• what extra income you expect to receive in retirement such as rental or employment income
  2. Click on the Next button.

The Savings and Investments Section

  1. In the appropriate fields, type in
    • how much you have saved in your RRSP accounts so far
      According to their What should I include? include the amount saved in any RRSPs, spousal RRSPs (where you are the spouse who received the RRSP), LIRAs, defined contribution pension plans, and Group/Work RRSPs.
    • how much you contribute regularly to your RRSPs including your work ones, either monthly or annually
    • how much you have saved for retirement in TFSAs and non-registered investment accounts
    • how much you contribute regularly to these other savings accounts, either monthly or annually
  2. Click on the Next button.

The Rate of Return Section

  1. In the % estimated annual return field, type in how much you expect to earn on your investments annually.
    The lowest you can select is 1%. The highest is 10%.
  2. Click on the Results button.

The Results Section
The program will tell you what your retirement savings goal is, based on your expected retirement income needs, current savings, future contributions to savings, and estimated longevity in retirement.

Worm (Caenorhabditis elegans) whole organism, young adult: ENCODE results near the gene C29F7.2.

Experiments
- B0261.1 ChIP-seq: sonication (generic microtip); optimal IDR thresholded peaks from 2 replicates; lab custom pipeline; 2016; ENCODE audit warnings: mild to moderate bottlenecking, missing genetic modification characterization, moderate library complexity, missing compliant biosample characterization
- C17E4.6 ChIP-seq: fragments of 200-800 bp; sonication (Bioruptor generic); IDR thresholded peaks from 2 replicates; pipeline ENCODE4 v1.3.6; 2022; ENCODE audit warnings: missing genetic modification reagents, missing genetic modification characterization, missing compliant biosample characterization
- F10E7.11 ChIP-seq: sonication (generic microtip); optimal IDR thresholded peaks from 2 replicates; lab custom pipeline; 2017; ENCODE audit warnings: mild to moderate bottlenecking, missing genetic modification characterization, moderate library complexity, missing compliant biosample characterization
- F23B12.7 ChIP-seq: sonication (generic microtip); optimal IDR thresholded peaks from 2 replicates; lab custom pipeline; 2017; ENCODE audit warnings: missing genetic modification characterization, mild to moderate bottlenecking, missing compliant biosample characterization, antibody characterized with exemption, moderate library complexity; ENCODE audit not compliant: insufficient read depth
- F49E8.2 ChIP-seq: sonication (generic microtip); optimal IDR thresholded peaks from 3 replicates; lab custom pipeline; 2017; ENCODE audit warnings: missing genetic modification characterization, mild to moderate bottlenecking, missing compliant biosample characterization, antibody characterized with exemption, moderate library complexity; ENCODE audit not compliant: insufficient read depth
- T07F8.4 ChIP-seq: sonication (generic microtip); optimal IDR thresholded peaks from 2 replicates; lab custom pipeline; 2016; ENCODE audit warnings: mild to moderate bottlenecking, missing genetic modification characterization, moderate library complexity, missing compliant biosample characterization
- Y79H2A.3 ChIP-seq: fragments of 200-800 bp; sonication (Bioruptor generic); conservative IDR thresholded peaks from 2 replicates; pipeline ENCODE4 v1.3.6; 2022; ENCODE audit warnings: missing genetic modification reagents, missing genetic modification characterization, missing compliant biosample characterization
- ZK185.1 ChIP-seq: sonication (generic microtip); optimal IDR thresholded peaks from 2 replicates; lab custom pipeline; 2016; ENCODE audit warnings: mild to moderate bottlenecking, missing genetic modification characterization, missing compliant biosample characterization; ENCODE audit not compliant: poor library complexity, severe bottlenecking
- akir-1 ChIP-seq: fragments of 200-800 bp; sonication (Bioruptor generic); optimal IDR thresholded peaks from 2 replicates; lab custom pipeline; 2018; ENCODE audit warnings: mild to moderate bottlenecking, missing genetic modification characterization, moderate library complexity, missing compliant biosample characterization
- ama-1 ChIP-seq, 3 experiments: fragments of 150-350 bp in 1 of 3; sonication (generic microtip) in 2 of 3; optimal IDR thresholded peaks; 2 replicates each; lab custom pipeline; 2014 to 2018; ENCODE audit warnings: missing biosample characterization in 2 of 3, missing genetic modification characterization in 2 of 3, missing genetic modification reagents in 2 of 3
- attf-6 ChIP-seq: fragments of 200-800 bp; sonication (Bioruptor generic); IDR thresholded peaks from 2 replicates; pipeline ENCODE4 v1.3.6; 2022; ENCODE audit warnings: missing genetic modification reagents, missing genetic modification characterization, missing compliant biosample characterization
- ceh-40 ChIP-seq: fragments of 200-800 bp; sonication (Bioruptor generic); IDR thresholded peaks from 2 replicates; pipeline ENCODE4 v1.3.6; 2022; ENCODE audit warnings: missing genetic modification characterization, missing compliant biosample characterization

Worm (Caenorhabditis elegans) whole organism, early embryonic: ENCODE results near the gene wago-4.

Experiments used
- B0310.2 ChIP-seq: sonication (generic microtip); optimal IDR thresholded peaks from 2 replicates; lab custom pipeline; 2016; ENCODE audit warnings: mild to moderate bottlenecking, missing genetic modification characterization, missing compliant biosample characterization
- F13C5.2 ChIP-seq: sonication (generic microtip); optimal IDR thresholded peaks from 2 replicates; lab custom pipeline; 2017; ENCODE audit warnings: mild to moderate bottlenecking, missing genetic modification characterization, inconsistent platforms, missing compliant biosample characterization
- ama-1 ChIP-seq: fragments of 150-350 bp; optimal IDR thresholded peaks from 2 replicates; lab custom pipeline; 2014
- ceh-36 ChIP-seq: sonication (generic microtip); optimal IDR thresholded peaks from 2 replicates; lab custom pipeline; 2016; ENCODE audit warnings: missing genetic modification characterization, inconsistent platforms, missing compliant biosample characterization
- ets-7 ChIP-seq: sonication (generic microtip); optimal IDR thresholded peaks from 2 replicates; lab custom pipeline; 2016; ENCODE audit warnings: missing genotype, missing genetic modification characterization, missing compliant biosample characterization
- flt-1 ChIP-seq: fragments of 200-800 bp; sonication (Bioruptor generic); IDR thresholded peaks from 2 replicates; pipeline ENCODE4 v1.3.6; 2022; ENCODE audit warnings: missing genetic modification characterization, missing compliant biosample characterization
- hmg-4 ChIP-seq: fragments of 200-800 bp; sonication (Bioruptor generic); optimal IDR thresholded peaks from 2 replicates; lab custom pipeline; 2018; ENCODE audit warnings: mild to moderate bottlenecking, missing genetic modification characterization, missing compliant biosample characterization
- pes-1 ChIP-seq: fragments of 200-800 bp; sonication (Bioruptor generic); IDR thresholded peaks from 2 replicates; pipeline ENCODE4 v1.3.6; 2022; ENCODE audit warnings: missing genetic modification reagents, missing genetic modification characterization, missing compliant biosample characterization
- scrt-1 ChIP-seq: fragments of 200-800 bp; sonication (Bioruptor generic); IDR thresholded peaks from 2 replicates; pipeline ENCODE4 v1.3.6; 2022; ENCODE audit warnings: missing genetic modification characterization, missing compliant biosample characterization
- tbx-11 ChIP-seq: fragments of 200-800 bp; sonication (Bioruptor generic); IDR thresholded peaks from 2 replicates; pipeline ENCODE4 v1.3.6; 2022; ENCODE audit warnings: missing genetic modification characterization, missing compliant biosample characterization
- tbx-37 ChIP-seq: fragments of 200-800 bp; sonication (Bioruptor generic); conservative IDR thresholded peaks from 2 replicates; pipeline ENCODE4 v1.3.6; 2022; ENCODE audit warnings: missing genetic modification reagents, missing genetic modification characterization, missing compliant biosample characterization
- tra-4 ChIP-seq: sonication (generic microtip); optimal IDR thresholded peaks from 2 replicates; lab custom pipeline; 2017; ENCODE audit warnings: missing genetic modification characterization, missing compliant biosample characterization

It will also tell you what your projected total savings will be.

If applicable, it will tell you how much you still need to save.

Don’t just close your session yet, though! You can now adjust some values more than you were permitted on the original screens.

There are four expandable lists:

  • How much I save
  • How much I spend
  • How long I’m in retirement
  • How quickly my savings grow

These allow you to change some of the information you entered without going back through all of the screens.

What Did TD Say About Our Joint Retirement Income?

Well it depends. If we put in the income we needed in retirement (after OAS and CPP) and we assumed it was an after-tax number, it said we are over-funded for retirement, just using our RRSP and work DC pension savings.

If, however, we put in a larger income needed in retirement in case the program expects a before-tax number, it said we would need to use our TFSAs and some of our non-registered savings to be funded for retirement.

So it agreed with the Service Canada calculator that said if we stopped saving for retirement now, and made sure we didn’t incur any debts between now and retirement, we’d be ok in retirement.

But do I trust it?

No. They don’t state many very important assumptions. I want another opinion!

I’d better test the same numbers with some other calculators. And although it’s nice of them to offer, I don’t think I’ll call TD to discuss how to reach our retirement savings goal.
In the meantime, we’ll keep saving.


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Have you ever checked whether you’re on track for retirement? Or do you only need to look at your credit card statements to know that you’re not? Please share your views with a comment.